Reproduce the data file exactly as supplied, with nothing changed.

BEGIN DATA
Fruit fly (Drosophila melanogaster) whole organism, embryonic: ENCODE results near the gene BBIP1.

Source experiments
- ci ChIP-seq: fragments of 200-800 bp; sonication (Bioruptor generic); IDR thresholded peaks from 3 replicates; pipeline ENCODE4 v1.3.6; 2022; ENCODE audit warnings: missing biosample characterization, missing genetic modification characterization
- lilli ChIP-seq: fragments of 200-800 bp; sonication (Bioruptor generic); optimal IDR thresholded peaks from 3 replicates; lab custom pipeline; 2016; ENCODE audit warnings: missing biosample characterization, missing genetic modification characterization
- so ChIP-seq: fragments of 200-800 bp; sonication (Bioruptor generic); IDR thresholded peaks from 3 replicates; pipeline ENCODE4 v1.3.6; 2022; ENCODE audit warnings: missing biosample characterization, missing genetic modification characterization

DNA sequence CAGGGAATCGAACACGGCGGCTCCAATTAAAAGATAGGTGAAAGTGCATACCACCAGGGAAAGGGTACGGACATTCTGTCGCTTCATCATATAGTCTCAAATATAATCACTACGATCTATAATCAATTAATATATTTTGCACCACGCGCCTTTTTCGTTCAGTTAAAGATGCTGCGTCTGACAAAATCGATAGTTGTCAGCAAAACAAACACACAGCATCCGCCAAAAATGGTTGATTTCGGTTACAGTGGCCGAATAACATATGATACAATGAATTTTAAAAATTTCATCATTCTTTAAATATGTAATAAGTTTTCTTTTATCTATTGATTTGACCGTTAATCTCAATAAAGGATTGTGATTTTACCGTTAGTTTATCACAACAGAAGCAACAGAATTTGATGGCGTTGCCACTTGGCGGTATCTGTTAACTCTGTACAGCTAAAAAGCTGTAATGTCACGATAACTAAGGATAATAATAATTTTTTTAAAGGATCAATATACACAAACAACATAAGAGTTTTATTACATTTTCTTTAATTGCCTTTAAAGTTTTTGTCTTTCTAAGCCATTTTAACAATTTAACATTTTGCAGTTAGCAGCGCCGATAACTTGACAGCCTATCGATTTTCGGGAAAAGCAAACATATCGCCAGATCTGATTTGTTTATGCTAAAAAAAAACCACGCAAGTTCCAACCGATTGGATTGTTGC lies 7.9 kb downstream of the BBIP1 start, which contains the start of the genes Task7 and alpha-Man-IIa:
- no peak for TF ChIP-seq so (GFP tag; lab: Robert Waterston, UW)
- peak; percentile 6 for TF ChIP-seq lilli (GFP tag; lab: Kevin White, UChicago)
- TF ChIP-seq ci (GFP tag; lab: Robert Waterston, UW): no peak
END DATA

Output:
Fruit fly (Drosophila melanogaster) whole organism, embryonic: ENCODE results near the gene BBIP1.

Source experiments
- ci ChIP-seq: fragments of 200-800 bp; sonication (Bioruptor generic); IDR thresholded peaks from 3 replicates; pipeline ENCODE4 v1.3.6; 2022; ENCODE audit warnings: missing biosample characterization, missing genetic modification characterization
- lilli ChIP-seq: fragments of 200-800 bp; sonication (Bioruptor generic); optimal IDR thresholded peaks from 3 replicates; lab custom pipeline; 2016; ENCODE audit warnings: missing biosample characterization, missing genetic modification characterization
- so ChIP-seq: fragments of 200-800 bp; sonication (Bioruptor generic); IDR thresholded peaks from 3 replicates; pipeline ENCODE4 v1.3.6; 2022; ENCODE audit warnings: missing biosample characterization, missing genetic modification characterization

DNA sequence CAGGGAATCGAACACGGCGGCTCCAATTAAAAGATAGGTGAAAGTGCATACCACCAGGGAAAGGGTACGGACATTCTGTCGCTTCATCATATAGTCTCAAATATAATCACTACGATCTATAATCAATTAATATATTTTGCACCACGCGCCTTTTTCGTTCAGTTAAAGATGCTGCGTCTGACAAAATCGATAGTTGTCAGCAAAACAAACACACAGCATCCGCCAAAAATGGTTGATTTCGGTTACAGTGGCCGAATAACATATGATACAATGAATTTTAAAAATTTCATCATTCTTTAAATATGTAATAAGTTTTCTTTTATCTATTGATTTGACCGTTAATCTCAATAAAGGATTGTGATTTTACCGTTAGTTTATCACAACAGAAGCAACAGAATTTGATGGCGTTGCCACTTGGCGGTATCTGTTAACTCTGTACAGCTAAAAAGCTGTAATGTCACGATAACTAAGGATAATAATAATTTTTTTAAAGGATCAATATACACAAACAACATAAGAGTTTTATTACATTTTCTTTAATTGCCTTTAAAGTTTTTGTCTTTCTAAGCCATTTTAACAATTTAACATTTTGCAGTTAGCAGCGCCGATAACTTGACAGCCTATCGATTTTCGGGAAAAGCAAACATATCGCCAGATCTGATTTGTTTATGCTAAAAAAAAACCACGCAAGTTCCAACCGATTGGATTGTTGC lies 7.9 kb downstream of the BBIP1 start, which contains the start of the genes Task7 and alpha-Man-IIa:
- no peak for TF ChIP-seq so (GFP tag; lab: Robert Waterston, UW)
- peak; percentile 6 for TF ChIP-seq lilli (GFP tag; lab: Kevin White, UChicago)
- TF ChIP-seq ci (GFP tag; lab: Robert Waterston, UW): no peak